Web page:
The Ninth Circuit reversed and remanded. The Ninth Circuit focused on whether the institutional trustee’s alleged activity was in connection with the purchase or sale of a covered security. The connection requirement is interpreted broadly—it is enough that the alleged fraud coincide with a securities transaction to meet the "in connection with" requirement. The Ninth Circuit agreed with the beneficiary that, as the beneficiary of an irrevocable trust, she had no power to control the institutional trustee’s action and no ability to decide to purchase or sell securities. The institutional trustee’s alleged conduct resulted only in the institutional trustee purchasing affiliated funds. SLUSA does not preclude federal jurisdiction in cases where the only party who decides to buy or sell a covered security as a result of the fraudulent conduct is the party who engaged in fraudulent conduct. SLUSA does not preclude claims brought by an irrevocable trust beneficiary, who has no control over a trustee, alleging imprudent investments by that trustee. SLUSA also does not preclude other claims, relating to improper fees or elder abuse, which have no connection with the purchase or sale of a covered security.

CREDITOR MAY FILE A PETITION TO ENFORCE A MONEY JUDGMENT AGAINST A NONDISCRETIONARY PRINCIPAL DISTRIBUTION BEFORE THE DISTRIBUTION IS DUE AND PAYABLE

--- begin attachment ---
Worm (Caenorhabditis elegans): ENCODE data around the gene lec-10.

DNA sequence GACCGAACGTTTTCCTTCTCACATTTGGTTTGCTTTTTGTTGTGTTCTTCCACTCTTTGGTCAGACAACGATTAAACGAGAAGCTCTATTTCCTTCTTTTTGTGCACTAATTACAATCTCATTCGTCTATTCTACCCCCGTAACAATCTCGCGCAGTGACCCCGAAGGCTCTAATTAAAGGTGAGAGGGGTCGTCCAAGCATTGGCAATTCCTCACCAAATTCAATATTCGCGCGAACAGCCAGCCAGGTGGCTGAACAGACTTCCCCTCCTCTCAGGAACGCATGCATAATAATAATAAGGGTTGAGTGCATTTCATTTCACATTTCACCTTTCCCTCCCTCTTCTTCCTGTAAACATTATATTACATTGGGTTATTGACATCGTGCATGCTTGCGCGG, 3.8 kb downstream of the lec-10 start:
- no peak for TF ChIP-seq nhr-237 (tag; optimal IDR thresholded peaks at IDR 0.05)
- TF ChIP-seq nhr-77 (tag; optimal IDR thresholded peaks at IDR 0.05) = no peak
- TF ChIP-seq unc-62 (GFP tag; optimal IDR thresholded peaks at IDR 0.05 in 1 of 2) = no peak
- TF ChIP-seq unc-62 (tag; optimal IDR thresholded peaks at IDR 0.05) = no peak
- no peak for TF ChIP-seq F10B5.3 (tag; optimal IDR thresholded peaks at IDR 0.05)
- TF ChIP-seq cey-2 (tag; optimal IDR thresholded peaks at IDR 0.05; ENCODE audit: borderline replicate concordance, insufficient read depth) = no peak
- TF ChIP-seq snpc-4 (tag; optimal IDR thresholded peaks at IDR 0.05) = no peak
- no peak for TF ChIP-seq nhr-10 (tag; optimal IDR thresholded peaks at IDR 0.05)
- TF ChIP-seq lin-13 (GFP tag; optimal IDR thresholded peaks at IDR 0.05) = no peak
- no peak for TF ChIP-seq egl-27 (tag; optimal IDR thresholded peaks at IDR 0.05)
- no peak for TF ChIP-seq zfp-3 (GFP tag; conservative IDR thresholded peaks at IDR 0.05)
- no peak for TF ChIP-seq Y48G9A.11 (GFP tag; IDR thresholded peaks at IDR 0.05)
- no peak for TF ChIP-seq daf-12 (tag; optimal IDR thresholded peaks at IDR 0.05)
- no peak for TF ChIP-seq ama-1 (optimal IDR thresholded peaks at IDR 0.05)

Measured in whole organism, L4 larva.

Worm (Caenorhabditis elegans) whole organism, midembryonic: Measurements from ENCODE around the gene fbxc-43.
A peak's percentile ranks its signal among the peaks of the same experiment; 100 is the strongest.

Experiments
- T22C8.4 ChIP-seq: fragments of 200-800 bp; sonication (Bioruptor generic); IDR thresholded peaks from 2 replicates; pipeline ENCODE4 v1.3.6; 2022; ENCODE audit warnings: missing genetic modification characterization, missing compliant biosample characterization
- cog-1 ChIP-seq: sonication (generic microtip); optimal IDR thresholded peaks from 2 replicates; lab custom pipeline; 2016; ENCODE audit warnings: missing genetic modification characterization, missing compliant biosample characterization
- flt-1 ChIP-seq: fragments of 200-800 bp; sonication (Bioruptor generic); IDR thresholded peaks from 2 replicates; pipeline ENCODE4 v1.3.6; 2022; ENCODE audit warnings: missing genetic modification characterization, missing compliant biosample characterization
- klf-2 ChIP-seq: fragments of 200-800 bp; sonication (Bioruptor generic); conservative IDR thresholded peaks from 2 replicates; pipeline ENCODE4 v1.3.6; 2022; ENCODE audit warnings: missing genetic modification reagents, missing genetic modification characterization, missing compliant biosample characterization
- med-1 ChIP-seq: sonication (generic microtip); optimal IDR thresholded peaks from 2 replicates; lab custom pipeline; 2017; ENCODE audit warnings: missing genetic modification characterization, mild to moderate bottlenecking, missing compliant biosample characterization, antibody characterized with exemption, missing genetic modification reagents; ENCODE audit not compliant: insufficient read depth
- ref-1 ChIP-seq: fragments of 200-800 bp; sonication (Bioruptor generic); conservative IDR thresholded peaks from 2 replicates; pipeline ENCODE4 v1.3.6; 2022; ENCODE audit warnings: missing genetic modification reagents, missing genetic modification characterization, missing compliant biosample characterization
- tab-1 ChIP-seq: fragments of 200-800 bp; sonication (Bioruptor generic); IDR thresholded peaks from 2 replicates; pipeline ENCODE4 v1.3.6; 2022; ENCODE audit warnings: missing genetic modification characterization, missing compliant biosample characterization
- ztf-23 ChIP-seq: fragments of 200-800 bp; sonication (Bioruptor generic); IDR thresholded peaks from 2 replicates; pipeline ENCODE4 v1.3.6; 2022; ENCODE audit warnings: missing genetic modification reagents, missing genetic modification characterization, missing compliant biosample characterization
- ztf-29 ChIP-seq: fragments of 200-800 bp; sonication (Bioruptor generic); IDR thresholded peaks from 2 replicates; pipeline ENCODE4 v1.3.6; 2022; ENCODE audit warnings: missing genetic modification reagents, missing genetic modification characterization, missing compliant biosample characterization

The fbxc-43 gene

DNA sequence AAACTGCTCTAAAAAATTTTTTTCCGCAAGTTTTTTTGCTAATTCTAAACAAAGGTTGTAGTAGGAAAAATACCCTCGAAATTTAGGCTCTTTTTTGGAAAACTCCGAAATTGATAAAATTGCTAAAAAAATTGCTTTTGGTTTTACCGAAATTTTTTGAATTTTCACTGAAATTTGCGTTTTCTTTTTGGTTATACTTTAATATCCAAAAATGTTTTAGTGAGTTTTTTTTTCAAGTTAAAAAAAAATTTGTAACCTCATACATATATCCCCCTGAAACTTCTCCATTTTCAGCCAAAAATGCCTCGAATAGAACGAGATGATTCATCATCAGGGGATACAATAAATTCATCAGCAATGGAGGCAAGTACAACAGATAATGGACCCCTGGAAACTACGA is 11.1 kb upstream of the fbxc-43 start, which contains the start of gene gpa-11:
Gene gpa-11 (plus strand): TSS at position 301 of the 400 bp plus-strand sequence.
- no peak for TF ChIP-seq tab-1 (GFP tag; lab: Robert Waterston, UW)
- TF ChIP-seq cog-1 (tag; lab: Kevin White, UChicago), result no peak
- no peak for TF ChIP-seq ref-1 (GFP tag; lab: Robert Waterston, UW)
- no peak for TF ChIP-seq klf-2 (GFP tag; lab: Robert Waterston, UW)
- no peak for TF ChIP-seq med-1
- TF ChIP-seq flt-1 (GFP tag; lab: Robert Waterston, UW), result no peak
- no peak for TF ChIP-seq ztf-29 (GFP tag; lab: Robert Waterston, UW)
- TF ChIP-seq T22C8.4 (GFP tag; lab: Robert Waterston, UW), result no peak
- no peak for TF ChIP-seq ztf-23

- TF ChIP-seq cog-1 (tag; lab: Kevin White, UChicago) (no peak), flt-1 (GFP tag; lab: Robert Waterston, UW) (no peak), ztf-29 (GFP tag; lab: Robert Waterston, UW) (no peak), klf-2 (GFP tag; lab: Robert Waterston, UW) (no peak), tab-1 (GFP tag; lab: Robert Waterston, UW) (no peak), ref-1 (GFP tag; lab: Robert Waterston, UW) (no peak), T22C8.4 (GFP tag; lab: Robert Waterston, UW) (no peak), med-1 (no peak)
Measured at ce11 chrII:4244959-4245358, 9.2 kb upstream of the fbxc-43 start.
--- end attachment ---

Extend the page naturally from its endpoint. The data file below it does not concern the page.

Blech v. Blech (2019) 25 Cal.App.5th 989

The Second District Court of Appeal held that a creditor may file a petition under Probate Code section 15301(b) to enforce a money judgment against a nondiscretionary principal distribution before the distribution is due and payable.

A debtor was the beneficiary of a trust that contained a spendthrift provision. The trust required, without consideration of the debtor’s needs for support, quarterly distributions of income and annual distributions of principal according to a specific formula over the course of ten years. Four creditors obtained an order under Probate Code section 15306.5 that the trustee distribute 25% of the debtor’s future trust distributions to the creditors until their judgments were satisfied. After the decision of the California Supreme Court in Carmack v. Reynolds (2017) 2 Cal.5th 844, which clarified a creditor’s ability to reach amounts due and payable to a trust beneficiary while those funds are still in the hands of the trustee, the creditors sought an order directing the trustee to distribute the remaining 75% of an upcoming principal distribution to them to pay down their judgments. The creditors filed this petition before the principal distribution was due and payable. The court ordered the trustee to distribute 25% of the scheduled distribution to the creditors, and ordered the trustee to retain the final 75% pending a final ruling. Shortly after the remaining 75% of the distribution became due and payable, the court ordered the trustee to pay the distribution directly to the creditors. The debtor appealed.

The Court of Appeal affirmed. Contrary to the debtor’s assertion on appeal, a judgment creditor may file a petition under Probate Code section 15301(b) before a judgment debtor/trust beneficiary’s trust distribution is due and payable. The court could further direct the trustee to withhold the nondiscretionary principal distribution until after the court issued its final order on the petition requiring the payment to be made instead directly to the creditors.